Senators Respond to Keystone Pipeline Vote - WBOC-TV 16, Delmarvas News Leader, FOX 21 -

Senators Respond to Keystone Pipeline Vote

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WASHINGTON, D.C.- Despite the threat of a presidential veto, the U.S. Senate has approved a bill to construct the Keystone XL oil pipeline.

Nine Democrats sided with the GOP in a 62-36 vote Thursday, though that margin isn't enough to override a Presidential veto.

Supporters say the pipeline, which would run from Canada to the Gulf Coast, will create jobs and energy independence.

Critics, on the other hand, say it would create few permanent jobs and that energy produced will be sold on the global market.

U.S. Senator Ben Cardin (D-Md.) voted against the measure, saying the bill gives “a competitive advantage for the shipping of the world's dirtiest oil…for a long-term advantage of three-dozen American jobs."

In a statement, Cardin said the newly elected congress focused too much attention on a bill that “will never become law.”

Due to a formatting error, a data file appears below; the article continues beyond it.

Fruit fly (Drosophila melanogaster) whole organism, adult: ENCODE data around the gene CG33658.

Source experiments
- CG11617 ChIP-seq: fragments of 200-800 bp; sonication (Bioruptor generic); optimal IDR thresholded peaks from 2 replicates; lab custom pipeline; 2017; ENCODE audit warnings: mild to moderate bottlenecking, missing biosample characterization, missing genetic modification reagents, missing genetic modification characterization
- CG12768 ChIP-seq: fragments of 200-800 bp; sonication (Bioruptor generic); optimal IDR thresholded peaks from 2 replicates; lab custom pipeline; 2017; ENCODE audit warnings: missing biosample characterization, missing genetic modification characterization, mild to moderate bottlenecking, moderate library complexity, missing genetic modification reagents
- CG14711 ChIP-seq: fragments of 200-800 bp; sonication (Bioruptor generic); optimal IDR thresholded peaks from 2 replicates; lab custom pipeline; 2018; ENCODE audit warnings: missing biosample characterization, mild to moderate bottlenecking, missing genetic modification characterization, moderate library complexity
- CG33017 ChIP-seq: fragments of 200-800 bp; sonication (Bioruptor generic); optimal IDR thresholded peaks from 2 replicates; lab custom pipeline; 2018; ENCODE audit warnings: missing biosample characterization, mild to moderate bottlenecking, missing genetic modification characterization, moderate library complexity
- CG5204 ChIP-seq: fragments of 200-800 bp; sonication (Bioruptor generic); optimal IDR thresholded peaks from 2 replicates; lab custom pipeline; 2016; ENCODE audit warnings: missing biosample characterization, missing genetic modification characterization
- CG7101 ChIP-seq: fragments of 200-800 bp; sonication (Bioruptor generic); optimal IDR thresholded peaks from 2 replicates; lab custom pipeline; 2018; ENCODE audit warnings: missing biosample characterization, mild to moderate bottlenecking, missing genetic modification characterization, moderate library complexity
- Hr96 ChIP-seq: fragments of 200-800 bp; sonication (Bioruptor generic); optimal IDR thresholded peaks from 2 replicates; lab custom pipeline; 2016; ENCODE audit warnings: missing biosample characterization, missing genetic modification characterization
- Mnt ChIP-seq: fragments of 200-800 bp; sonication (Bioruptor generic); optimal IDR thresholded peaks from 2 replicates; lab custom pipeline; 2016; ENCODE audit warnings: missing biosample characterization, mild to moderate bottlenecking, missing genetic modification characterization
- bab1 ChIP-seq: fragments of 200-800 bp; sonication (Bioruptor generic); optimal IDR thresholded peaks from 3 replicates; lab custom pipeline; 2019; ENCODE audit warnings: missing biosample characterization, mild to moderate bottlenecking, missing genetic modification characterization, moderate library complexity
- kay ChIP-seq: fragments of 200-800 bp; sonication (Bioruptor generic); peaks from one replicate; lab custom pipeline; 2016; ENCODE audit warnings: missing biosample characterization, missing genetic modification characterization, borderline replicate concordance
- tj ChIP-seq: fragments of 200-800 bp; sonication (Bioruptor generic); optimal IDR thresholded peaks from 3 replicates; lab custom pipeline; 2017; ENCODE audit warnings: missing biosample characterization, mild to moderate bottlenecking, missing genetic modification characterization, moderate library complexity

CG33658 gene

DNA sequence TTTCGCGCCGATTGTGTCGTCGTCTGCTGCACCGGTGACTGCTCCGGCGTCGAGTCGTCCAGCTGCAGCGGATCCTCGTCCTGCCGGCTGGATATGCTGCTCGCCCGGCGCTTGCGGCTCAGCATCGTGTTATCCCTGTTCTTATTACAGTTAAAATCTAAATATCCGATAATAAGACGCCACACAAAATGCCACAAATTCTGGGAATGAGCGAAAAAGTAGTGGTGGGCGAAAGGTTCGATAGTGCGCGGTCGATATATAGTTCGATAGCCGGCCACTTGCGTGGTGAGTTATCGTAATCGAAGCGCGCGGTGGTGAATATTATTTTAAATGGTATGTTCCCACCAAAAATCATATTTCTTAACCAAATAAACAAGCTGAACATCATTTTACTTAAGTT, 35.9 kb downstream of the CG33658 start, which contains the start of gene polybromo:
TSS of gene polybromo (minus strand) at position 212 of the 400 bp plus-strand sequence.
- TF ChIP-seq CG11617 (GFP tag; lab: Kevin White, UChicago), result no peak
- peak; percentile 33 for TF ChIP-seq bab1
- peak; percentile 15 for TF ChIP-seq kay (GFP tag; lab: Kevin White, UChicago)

“Now that we have wasted the first month of this new Congress… let's set it aside and begin to work together on an energy policy that makes sense for America today and in the long-term.” Cardin said.

U.S. Senator Tim Kaine (D-Va.) also voted against the measure. In a statement, Kaine said, “Our national goal should be to generate energy cleaner tomorrow than we do today, not to embrace tar sands oil that is 15-20% more pollution-intensive than conventional oil.”

Both Kaine and Cardin also said that instead of oil, the U.S. should focus on using clean energy to grow the economy.

Sen. Tom Carper (D-Del.) voted in favor of the measure, one of the nine Democrats to do so.

In a statement, Carper said this issue “has been mired in partisan politics and has dragged on for six long years.” Carper said he felt six years was long enough, and “it was time to move on to other matters that will have greater impact.”

Cardin said he hoped his vote would show Republican senators that he was “serious about working together to find common ground on this and other challenging policies.”

Though this bill did pass in the Senate, it must be reconciled with the House version.

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